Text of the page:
Keel Modifications

PDQ issues applicable across all PDQ Yachts (or if you can't find a place for something, it probably belongs here for now)
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thinwater
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Keel Modifications

Postby thinwater » Mon May 04, 2015 6:32 pm

Following on the tacking thread, has anyone ever modified the stock keels? I would love to slice them off and slide them back 2-3 feet, but that's not happening. But I'm sure there are more subtle mods. The last boat I had was a Stiletto, and MOST of them were modified.

I've toyed with the idea of adding a little area on the trailing edge by simply extending it back to a sharper finish. Easy. I would not want to go deeper for obvious reasons. Same for wings (grounding).
* COE moves back a little. Reduced affinity for irons.
* A little more weatherly and faster when close to the wind.
* A little slower turn-in, but more speed entering the turn.
I have noticed some improvement in turning from extending the transoms; though you might expect the opposite, the extensions make the end smoother when sweeping sideways. It is more obvious backing, of course.

Not much you can do for the rudders. They can't go deeper (grounding). The leading edge needs to stay blunt because of the sharp turn-in for tacking. The trailing edge is already reasonably fine, and experience and theory tell me that very fine edges require more careful steering than I care for, even on a steady track.

Pete Weis
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Re: Keel Modifications

Postby Pete Weis » Tue May 05, 2015 8:47 am

thinwater wrote:Following on the tacking thread, has anyone ever modified the stock keels? I would love to slice them off and slide them back 2-3 feet, but that's not happening. But I'm sure there are more subtle mods. The last boat I had was a Stiletto, and MOST of them were modified.

I've toyed with the idea of adding a little area on the trailing edge by simply extending it back to a sharper finish. Easy. I would not want to go deeper for obvious reasons. Same for wings (grounding).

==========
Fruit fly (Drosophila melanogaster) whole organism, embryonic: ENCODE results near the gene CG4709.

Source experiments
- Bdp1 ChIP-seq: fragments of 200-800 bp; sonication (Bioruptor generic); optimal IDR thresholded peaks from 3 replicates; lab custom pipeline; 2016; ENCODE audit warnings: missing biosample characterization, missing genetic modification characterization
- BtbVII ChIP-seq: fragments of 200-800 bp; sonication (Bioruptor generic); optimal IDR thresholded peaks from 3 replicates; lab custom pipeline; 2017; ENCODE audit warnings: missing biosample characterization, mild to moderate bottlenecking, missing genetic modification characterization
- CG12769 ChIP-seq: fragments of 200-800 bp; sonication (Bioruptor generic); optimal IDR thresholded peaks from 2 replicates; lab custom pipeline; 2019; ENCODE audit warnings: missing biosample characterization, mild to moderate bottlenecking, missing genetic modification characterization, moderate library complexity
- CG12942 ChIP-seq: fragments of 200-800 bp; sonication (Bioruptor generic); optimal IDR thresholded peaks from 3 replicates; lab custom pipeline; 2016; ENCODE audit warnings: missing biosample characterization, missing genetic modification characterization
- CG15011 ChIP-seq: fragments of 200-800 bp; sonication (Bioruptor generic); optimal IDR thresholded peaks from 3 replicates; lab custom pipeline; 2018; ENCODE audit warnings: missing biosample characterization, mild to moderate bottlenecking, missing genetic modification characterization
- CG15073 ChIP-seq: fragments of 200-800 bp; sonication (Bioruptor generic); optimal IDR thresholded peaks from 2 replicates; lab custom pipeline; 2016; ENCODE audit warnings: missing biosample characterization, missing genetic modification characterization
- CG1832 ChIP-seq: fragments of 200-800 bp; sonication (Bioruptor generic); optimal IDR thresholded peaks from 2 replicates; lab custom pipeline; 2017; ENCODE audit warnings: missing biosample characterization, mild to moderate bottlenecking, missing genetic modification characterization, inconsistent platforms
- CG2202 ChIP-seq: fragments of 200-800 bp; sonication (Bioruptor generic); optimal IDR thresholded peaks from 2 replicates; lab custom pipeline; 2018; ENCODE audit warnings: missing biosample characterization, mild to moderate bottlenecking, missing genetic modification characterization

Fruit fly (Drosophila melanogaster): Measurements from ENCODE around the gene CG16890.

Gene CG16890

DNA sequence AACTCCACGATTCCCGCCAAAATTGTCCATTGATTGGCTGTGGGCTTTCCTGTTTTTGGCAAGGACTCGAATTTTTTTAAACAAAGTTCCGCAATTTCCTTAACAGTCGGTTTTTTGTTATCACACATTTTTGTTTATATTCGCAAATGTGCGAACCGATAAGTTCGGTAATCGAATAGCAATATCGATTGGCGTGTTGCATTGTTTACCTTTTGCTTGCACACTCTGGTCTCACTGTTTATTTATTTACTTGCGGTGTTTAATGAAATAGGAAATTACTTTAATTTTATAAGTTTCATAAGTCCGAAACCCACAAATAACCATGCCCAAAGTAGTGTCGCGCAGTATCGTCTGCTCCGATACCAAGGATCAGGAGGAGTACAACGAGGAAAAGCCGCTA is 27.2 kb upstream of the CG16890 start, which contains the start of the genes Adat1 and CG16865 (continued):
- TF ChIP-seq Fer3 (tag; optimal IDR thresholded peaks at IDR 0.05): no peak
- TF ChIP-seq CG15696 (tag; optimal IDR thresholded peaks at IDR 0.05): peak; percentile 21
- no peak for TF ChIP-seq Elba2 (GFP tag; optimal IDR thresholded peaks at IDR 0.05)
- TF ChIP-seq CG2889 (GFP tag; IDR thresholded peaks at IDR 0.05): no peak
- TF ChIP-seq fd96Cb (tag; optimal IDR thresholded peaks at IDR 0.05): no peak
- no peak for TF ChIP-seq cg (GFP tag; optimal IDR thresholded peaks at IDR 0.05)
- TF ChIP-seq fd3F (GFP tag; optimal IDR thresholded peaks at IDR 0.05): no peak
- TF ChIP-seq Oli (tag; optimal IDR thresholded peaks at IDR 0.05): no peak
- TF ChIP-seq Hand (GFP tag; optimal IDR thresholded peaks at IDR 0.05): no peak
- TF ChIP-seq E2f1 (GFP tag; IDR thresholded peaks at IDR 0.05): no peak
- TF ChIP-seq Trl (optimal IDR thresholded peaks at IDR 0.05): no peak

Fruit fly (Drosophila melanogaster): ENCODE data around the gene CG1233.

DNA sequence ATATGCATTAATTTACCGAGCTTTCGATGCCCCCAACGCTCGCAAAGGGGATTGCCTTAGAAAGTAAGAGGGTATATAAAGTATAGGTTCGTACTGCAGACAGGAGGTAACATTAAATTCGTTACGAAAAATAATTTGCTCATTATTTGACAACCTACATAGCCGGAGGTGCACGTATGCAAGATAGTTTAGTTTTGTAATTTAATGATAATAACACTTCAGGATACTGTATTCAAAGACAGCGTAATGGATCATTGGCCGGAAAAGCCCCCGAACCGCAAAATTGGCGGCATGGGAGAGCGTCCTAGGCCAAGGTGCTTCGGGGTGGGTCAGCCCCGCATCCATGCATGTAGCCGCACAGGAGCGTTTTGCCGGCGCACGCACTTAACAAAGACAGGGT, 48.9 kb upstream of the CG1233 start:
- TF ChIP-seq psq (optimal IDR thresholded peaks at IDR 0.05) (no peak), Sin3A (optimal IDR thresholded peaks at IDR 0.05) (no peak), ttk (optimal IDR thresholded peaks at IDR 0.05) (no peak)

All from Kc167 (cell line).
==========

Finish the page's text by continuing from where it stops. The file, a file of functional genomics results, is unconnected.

* COE moves back a little. Reduced affinity for irons.
* A little more weatherly and faster when close to the wind.
* A little slower turn-in, but more speed entering the turn.
I have noticed some improvement in turning from extending the transoms; though you might expect the opposite, the extensions make the end smoother when sweeping sideways. It is more obvious backing, of course.

Not much you can do for the rudders. They can't go deeper (grounding). The leading edge needs to stay blunt because of the sharp turn-in for tacking. The trailing edge is already reasonably fine, and experience and theory tell me that very fine edges require more careful steering than I care for, even on a steady track.



The likely best answer to make any meaningful upwind performance improvement, in a practical way, is to add outboard dagger boards per the design of a qualified designer. However, not everyone might like the look of them.

"Tahini 50 Catamaran - The owner of this Wharram designed 50 foot catamaran came to VGYD with a balance problem. After some consultation and a rigorous study of the boat's sailing characteristics, we determined that a set of dagger boards would have the greatest effect and would not be detrimental to the flow around the keels. The trunks, made of plywood and fiberglass, were positioned to the side of the hulls with minimal impact to the interior volume. The 8.7 foot long foils were fabricated from fiberglass with a wood and foam core."


http://www.vgyd.com/Appendages.html

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thinwater
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Re: Keel Modifications

Postby thinwater » Tue May 05, 2015 2:25 pm

I put dagger boards in A Stiletto once; yup, quite a project, thought not to tough to design. Major cabin refit.

The real problem, in the Chesapeake where we sail with just inches to a few feet under the keel for miles at a time, is what happens when you plough into the bottom at speed. With the mini-keels, you feel the boat slow and turn, and you quickly change course. With dagger boards, they dig deep, the stress is VERY concentrated, and the odds of breaking something expensive are material. Do it a few times, and problems with jamming become common place... and maybe become common place anyway, due to stuff growing in the trunk. If there is enough space for movement, in sloppy seas they talk to you (whoomp, whoomp).

Yes, they will have you going to windward like the hammers of hell and spinning on a dime, but at a price.

And they are also in the way, both in the cabin and on-deck. And you've got to grunt them up and down.

Personally, I think they make little sense in cruising boats, and by the look of things, most builders agree. So we tweak what we have, and from what I am learning, the PDQ has a good bit of tweaking room for small $$.

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Re: Keel Modifications

Postby Pete Weis » Wed May 06, 2015 4:14 pm

I hear ya.


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